Daphne Koller is the CEO and Founder of insitro, a startup company that aims to rethink drug development using machine learning. She is also the Co-Chair of the Board and Co-Founder of Coursera, the largest platform for massive open online courses (MOOCs). Daphne was the Rajeev Motwani Professor of Computer Science at Stanford University, where she served on the faculty for 18 years. She has also been the Chief Computing Officer of Calico, an Alphabet company in the healthcare space. Read her full bio.

Interview with Daphne Koller of Insitro

Q: What need is Insitro addressing?

A: Despite the marvels and triumphs of modern medicine many diseases remain untreatable. And the development of novel therapeutics to address these conditions isn’t getting any easier or cheaper, with clinical trial success rates hovering in the single-digits and the capitalized R&D spend per approved drug estimated at $2.5B. At insitro we are setting out to rethink drug discovery and development, leveraging recent advances across computer science, molecular biology, and automation to develop better and cheaper therapeutics in less time.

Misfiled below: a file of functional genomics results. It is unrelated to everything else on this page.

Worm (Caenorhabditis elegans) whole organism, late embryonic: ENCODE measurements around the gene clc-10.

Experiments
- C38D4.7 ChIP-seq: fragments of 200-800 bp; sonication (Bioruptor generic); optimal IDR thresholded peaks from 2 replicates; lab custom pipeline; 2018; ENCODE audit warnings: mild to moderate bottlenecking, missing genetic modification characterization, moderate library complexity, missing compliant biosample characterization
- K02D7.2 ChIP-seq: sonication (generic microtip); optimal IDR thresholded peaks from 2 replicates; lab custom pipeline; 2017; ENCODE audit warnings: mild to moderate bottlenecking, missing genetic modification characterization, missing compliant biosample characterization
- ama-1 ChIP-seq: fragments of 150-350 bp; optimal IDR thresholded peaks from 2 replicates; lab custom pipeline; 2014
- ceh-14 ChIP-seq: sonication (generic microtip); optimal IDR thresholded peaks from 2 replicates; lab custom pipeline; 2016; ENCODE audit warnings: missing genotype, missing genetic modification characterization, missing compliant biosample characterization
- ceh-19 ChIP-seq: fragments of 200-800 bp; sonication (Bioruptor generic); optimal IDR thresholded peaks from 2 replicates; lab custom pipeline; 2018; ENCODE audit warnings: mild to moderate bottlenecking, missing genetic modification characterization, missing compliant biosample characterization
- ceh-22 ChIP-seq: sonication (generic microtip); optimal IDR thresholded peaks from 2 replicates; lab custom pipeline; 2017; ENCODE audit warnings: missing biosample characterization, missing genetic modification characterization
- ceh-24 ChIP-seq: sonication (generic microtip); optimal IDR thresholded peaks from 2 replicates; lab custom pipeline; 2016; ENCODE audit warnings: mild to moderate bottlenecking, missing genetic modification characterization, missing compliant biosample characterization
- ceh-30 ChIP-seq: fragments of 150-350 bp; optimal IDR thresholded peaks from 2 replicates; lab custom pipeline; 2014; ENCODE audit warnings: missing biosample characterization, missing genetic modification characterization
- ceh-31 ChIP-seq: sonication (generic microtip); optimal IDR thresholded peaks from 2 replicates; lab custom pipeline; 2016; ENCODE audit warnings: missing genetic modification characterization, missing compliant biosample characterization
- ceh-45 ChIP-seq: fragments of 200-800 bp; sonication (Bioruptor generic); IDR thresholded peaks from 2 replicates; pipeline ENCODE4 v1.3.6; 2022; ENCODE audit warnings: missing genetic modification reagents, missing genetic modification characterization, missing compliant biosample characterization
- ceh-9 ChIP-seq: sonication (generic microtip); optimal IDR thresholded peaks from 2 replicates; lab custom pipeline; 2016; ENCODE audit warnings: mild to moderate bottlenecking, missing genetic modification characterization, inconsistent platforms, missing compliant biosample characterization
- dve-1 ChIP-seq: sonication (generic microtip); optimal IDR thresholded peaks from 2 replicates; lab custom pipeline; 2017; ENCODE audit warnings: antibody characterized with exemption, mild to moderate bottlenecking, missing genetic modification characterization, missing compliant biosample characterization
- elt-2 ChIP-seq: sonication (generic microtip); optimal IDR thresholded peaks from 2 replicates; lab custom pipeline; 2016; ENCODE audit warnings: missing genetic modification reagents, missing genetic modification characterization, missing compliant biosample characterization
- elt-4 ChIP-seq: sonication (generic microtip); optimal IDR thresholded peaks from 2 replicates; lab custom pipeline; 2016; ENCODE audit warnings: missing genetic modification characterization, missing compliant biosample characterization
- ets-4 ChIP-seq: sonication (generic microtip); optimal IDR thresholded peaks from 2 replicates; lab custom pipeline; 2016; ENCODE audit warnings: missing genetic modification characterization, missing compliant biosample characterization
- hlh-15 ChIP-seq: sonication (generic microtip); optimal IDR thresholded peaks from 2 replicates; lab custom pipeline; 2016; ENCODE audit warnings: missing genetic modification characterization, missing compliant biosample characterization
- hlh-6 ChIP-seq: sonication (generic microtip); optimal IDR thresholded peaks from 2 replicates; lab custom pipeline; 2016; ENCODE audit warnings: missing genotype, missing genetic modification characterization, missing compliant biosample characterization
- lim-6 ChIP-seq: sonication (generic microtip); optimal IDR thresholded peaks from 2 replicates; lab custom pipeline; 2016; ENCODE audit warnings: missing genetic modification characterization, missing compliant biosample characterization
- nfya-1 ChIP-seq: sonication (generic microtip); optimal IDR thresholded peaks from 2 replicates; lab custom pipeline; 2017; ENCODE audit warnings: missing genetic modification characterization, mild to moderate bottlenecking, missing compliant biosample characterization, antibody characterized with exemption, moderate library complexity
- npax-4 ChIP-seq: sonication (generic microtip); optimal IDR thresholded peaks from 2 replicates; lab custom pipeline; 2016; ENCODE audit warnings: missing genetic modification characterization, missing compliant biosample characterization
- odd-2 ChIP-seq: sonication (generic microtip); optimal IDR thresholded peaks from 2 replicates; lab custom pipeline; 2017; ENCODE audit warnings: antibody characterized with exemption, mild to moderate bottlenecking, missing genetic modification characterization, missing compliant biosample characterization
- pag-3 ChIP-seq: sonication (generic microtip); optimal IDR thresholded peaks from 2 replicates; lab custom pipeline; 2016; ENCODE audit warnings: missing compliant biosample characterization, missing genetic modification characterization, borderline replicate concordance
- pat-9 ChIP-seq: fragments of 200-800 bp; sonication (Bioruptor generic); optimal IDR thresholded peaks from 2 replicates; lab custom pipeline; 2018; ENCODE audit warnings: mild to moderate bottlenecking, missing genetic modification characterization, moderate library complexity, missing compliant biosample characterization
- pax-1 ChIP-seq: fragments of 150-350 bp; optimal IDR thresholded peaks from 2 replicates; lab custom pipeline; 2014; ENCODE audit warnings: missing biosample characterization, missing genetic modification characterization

Q: What are the products and/or services Insitro offers/develops to address this need? What makes Insitro unique?

A: Insitro is a therapeutics company – ultimately if successful we will develop medicines that enable patients to live longer and more fulfilling lives. We are unique in two main respects. First, we are building an interdisciplinary organization from the ground up, based on the fundamental principle that by creating an integrated team of biologists, chemists, technologists, and computational scientists who speak each other’s language we can do far more than any group can do on their own. Second, we are investing heavily in data generation and the ability to generate data – effectively building a factory with the express purpose of producing data on which to do machine learning. Machine learning models are only as powerful as the data they are trained on – by generating datasets explicitly designed for machine learning and using the subsequent analysis to drive the next round of data generation we are closing the loop between in silico and in vitro methods.